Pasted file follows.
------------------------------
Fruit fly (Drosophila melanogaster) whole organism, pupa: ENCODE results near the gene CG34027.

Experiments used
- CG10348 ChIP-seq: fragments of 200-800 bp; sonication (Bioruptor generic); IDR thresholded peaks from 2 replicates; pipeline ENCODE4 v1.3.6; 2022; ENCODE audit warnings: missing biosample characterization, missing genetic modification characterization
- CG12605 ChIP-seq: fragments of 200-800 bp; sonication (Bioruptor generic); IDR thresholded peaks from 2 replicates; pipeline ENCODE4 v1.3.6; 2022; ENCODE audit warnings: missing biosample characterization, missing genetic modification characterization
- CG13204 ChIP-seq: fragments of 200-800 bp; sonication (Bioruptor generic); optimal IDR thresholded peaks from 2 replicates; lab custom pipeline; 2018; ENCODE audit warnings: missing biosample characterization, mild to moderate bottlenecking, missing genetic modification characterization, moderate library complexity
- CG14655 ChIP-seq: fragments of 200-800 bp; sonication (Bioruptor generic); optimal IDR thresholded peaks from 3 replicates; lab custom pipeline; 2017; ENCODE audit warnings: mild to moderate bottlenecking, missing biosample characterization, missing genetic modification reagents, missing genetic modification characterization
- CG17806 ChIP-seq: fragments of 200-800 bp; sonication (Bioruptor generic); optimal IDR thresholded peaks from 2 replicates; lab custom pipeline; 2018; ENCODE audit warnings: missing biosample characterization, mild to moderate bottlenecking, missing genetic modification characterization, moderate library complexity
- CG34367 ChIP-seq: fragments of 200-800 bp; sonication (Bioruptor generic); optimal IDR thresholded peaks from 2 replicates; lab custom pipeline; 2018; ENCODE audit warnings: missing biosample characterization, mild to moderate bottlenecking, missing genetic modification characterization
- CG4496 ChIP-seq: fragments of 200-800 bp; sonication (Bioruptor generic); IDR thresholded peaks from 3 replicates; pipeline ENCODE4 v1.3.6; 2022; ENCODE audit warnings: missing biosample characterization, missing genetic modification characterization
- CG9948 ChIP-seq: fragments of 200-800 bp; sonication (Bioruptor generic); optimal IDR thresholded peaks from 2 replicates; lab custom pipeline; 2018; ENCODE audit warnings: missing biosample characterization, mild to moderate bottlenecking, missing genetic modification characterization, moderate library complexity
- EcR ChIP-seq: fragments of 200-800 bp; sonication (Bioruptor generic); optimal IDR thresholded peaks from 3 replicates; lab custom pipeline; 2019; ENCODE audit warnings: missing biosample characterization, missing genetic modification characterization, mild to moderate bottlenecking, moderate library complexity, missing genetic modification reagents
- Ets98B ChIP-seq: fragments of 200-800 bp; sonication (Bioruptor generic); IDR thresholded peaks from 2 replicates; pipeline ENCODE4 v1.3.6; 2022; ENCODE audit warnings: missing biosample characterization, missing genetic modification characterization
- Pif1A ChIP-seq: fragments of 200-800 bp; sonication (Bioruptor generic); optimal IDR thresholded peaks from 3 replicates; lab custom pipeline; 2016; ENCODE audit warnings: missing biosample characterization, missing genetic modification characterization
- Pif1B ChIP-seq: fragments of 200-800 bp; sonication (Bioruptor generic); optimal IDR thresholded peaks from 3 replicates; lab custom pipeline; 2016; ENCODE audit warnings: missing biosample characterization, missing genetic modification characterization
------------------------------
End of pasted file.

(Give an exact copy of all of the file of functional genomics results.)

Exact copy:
Fruit fly (Drosophila melanogaster) whole organism, pupa: ENCODE results near the gene CG34027.

Experiments used
- CG10348 ChIP-seq: fragments of 200-800 bp; sonication (Bioruptor generic); IDR thresholded peaks from 2 replicates; pipeline ENCODE4 v1.3.6; 2022; ENCODE audit warnings: missing biosample characterization, missing genetic modification characterization
- CG12605 ChIP-seq: fragments of 200-800 bp; sonication (Bioruptor generic); IDR thresholded peaks from 2 replicates; pipeline ENCODE4 v1.3.6; 2022; ENCODE audit warnings: missing biosample characterization, missing genetic modification characterization
- CG13204 ChIP-seq: fragments of 200-800 bp; sonication (Bioruptor generic); optimal IDR thresholded peaks from 2 replicates; lab custom pipeline; 2018; ENCODE audit warnings: missing biosample characterization, mild to moderate bottlenecking, missing genetic modification characterization, moderate library complexity
- CG14655 ChIP-seq: fragments of 200-800 bp; sonication (Bioruptor generic); optimal IDR thresholded peaks from 3 replicates; lab custom pipeline; 2017; ENCODE audit warnings: mild to moderate bottlenecking, missing biosample characterization, missing genetic modification reagents, missing genetic modification characterization
- CG17806 ChIP-seq: fragments of 200-800 bp; sonication (Bioruptor generic); optimal IDR thresholded peaks from 2 replicates; lab custom pipeline; 2018; ENCODE audit warnings: missing biosample characterization, mild to moderate bottlenecking, missing genetic modification characterization, moderate library complexity
- CG34367 ChIP-seq: fragments of 200-800 bp; sonication (Bioruptor generic); optimal IDR thresholded peaks from 2 replicates; lab custom pipeline; 2018; ENCODE audit warnings: missing biosample characterization, mild to moderate bottlenecking, missing genetic modification characterization
- CG4496 ChIP-seq: fragments of 200-800 bp; sonication (Bioruptor generic); IDR thresholded peaks from 3 replicates; pipeline ENCODE4 v1.3.6; 2022; ENCODE audit warnings: missing biosample characterization, missing genetic modification characterization
- CG9948 ChIP-seq: fragments of 200-800 bp; sonication (Bioruptor generic); optimal IDR thresholded peaks from 2 replicates; lab custom pipeline; 2018; ENCODE audit warnings: missing biosample characterization, mild to moderate bottlenecking, missing genetic modification characterization, moderate library complexity
- EcR ChIP-seq: fragments of 200-800 bp; sonication (Bioruptor generic); optimal IDR thresholded peaks from 3 replicates; lab custom pipeline; 2019; ENCODE audit warnings: missing biosample characterization, missing genetic modification characterization, mild to moderate bottlenecking, moderate library complexity, missing genetic modification reagents
- Ets98B ChIP-seq: fragments of 200-800 bp; sonication (Bioruptor generic); IDR thresholded peaks from 2 replicates; pipeline ENCODE4 v1.3.6; 2022; ENCODE audit warnings: missing biosample characterization, missing genetic modification characterization
- Pif1A ChIP-seq: fragments of 200-800 bp; sonication (Bioruptor generic); optimal IDR thresholded peaks from 3 replicates; lab custom pipeline; 2016; ENCODE audit warnings: missing biosample characterization, missing genetic modification characterization
- Pif1B ChIP-seq: fragments of 200-800 bp; sonication (Bioruptor generic); optimal IDR thresholded peaks from 3 replicates; lab custom pipeline; 2016; ENCODE audit warnings: missing biosample characterization, missing genetic modification characterization